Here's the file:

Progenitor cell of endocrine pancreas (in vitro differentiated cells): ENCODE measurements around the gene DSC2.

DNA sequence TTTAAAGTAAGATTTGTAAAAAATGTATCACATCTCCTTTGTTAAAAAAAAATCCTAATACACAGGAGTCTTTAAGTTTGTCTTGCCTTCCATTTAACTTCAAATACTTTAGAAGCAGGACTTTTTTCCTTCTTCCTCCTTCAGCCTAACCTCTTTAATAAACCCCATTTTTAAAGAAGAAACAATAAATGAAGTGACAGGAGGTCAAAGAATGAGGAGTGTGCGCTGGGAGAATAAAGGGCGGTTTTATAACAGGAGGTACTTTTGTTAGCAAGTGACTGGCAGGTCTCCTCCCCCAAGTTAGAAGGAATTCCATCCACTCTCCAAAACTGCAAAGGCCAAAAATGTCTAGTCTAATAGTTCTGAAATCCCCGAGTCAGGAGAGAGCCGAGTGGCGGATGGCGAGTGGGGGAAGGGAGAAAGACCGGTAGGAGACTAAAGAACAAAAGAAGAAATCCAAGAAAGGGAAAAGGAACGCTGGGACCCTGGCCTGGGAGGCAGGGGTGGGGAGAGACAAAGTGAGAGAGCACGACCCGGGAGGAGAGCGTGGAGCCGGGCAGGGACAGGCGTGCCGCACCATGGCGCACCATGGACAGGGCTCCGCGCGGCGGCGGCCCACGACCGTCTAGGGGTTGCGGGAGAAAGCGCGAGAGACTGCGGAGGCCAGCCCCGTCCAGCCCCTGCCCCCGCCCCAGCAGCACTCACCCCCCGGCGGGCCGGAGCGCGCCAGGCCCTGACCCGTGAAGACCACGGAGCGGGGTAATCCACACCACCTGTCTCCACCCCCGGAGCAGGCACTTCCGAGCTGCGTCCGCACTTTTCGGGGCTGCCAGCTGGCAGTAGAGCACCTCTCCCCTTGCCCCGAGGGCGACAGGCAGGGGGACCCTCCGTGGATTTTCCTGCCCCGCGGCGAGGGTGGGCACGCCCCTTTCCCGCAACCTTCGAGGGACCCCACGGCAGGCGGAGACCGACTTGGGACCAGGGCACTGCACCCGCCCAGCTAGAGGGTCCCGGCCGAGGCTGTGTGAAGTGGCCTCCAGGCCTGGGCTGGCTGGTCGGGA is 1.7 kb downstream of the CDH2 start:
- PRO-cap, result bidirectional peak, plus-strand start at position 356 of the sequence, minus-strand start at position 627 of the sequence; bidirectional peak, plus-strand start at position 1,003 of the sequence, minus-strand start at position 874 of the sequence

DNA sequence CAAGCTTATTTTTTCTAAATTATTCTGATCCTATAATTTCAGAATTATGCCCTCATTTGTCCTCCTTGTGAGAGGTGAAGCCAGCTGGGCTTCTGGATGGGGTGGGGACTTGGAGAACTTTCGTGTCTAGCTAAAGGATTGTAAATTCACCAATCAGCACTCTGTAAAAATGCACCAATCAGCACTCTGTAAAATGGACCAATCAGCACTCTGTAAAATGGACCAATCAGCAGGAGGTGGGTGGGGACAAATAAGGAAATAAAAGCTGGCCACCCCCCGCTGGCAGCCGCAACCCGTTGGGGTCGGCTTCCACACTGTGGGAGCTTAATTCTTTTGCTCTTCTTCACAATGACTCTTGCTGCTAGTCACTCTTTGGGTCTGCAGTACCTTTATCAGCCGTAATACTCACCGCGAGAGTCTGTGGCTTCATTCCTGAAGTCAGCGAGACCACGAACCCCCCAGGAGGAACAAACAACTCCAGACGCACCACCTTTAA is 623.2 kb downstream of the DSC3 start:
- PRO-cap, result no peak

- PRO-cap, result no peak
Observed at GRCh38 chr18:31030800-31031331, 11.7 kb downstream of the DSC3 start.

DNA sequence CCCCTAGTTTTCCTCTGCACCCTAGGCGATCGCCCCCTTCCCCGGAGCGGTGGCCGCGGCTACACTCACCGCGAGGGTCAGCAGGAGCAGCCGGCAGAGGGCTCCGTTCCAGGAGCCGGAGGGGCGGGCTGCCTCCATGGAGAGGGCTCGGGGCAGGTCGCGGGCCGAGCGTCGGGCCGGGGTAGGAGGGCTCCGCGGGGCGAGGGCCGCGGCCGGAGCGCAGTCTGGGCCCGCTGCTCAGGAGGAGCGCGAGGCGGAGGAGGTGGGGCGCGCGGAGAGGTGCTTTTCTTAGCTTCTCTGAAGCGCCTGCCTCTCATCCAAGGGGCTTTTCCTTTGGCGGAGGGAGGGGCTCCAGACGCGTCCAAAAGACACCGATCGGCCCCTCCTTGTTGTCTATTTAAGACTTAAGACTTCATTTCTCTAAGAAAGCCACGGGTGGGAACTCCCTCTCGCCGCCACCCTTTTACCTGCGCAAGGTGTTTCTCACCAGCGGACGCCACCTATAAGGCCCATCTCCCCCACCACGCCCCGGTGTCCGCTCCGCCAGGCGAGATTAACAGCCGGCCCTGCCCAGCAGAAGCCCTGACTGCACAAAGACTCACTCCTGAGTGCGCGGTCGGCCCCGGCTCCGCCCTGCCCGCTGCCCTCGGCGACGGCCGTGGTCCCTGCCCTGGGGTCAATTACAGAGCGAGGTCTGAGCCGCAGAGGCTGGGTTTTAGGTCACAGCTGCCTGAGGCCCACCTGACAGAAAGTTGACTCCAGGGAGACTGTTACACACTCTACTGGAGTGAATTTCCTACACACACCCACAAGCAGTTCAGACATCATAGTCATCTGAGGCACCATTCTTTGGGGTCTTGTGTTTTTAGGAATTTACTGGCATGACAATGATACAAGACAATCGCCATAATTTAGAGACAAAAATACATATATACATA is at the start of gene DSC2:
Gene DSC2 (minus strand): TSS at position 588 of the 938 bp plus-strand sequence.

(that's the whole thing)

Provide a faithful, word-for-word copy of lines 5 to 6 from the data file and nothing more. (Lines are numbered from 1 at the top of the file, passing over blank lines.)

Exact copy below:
- PRO-cap, result no peak

- PRO-cap, result no peak